Gospel of the Hebrews

From Academic Kids

The Gospel of the Hebrews (see "About titles" below), is a lost gospel that is only preserved in a few quotations in the Panarion of Epiphanius, a church writer who lived at the end of the 4th century C.E.. The work was earlier than that, however: Irenaeus attested to a Matthew already used by Ebionites late in the 2nd century. (See the relevant section at Gospel of Matthew and Aramaic or "authentic' Matthew). This Gospel of the Hebrews was little known among the churches founded by Paul of Tarsus, for even among Paul's literate followers few were fluent in Aramaic written in Hebrew script.


About titles

The name Gospel of the Hebrews appears to have also been ascribed as a generic term for Judaeo-Christian gospels, and has lead to some confusion with the "Gospel of the Nazarenes", and the "Gospel of the Ebionites" and with the gospel of Matthew in Aramaic , called "Authentic Matthew". In their fragmentary states it is unfruitful to attempt to establish identities, derivations or connections except as noted in passing by mainstream Patristic writers. One point is clear: mainstream Christian writers withheld an authenticating name in labelling these gospels and intentionally characterized them solely by those who read them, perhaps giving a false impression of multiplicity.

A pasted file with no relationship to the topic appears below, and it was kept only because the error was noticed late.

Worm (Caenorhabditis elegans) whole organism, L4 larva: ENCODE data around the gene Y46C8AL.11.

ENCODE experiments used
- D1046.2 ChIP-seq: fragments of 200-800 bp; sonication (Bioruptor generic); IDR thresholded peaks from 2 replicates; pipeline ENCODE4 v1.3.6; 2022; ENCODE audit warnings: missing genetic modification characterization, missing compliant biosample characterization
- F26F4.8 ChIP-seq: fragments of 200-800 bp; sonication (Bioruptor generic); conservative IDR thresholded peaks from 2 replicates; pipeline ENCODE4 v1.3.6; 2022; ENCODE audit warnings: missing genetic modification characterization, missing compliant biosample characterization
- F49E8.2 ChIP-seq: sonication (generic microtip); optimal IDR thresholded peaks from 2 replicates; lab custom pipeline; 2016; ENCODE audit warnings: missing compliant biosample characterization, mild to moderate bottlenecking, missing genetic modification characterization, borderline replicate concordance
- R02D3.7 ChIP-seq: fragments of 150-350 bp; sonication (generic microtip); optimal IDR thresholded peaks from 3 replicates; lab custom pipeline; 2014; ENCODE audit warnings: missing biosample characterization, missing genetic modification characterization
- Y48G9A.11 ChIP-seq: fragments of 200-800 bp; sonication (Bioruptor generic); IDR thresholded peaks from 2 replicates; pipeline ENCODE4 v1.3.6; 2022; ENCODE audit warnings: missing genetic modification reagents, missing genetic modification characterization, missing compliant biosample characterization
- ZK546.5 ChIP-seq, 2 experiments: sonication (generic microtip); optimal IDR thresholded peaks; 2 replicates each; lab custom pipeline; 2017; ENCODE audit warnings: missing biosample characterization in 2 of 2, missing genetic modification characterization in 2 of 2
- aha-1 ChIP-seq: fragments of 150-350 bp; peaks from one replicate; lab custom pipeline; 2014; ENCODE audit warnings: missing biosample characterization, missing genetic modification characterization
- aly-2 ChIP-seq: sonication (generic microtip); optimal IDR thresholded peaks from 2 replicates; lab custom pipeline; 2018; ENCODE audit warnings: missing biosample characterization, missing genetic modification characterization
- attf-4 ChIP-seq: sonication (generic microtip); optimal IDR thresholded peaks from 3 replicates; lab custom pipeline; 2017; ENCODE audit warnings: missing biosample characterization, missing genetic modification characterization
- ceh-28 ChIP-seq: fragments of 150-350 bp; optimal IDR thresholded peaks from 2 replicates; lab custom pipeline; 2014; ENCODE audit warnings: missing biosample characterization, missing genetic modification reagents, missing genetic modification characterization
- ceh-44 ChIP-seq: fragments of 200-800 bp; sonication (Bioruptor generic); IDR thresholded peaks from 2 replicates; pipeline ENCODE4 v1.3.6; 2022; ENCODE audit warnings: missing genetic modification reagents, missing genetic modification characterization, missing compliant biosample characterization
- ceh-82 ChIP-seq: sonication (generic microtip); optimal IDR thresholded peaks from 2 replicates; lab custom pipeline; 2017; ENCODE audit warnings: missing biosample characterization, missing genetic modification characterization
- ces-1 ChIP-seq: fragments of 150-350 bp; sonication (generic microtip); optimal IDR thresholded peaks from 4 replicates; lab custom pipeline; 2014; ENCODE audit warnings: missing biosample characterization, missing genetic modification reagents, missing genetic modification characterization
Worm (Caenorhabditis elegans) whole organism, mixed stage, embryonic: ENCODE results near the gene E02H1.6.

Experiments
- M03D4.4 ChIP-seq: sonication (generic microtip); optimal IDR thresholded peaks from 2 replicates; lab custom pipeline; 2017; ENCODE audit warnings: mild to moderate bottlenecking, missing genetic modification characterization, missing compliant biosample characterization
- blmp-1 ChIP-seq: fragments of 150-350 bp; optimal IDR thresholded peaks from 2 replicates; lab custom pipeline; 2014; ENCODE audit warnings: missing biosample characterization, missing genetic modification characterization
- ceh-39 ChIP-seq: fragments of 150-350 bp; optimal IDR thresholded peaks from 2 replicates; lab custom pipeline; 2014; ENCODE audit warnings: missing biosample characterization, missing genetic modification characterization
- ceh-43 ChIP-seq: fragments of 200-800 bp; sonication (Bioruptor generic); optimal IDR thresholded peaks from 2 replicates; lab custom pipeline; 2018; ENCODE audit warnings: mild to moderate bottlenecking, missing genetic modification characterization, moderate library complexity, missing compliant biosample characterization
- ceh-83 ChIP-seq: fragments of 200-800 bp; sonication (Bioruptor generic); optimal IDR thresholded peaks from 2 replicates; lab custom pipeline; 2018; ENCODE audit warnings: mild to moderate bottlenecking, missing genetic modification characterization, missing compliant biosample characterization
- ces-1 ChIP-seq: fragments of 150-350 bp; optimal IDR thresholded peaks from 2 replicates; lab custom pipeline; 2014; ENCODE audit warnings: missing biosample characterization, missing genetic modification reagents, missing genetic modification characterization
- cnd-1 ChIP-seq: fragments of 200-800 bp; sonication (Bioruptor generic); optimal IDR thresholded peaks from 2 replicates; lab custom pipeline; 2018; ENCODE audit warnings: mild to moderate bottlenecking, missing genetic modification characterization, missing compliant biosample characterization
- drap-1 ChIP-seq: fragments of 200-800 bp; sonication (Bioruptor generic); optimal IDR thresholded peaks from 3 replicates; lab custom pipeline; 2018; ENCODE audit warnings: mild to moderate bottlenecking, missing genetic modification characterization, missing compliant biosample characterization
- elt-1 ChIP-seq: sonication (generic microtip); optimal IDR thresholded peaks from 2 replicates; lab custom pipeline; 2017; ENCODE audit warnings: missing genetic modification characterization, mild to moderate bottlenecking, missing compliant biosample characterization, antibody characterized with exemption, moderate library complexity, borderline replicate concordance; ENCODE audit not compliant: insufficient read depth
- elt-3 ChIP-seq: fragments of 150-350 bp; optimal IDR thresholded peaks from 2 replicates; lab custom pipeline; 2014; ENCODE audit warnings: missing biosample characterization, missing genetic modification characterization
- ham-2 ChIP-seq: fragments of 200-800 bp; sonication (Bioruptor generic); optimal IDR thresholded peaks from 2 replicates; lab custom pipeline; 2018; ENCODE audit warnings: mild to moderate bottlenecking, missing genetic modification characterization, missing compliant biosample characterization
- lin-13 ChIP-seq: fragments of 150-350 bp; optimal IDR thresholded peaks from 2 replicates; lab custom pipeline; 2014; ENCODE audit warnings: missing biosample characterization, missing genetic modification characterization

The Catholic Encyclopedia, 1908 considered that the Hebrews probably was the slightly modified Aramaic original of the Gospel of Matthew, written in Hebrew characters.


In addition to Epiphanius, other mainstream Christian writers knew this text. Cyril of Jerusalem quoted from it. Eusebius mentions (Historia Ecclesciae, IV.xxii.8) that the Gospel according to the Hebrews was known to the church historian Hegesippus, who history he was using as source material. Clement of Alexandria (Stromateis, II.ix.45) and Origen used it, according to Jerome, De Viris Illustribus, ii:

"Matthew, also called Levi, apostle and aforetimes publican, composed a gospel of Christ at first published in Judea in Hebrew for the sake of those of the circumcision who believed, but this was afterwards translated into Greek though by what author is uncertain. The Hebrew itself has been preserved until the present day in the library at Caesarea which Pamphilus so diligently gathered., a city of Syria, who use it. In this it is to be noted that wherever the Evangelist, whether on his own account or in the person of our Lord the Saviour, quotes the testimony of the Old Testament he does not follow the authority of the translators of the Septuagint but the Hebrew. Wherefore these two forms exist: 'Out of Egypt have I called my son,' and 'for he shall be called a Nazarene.' "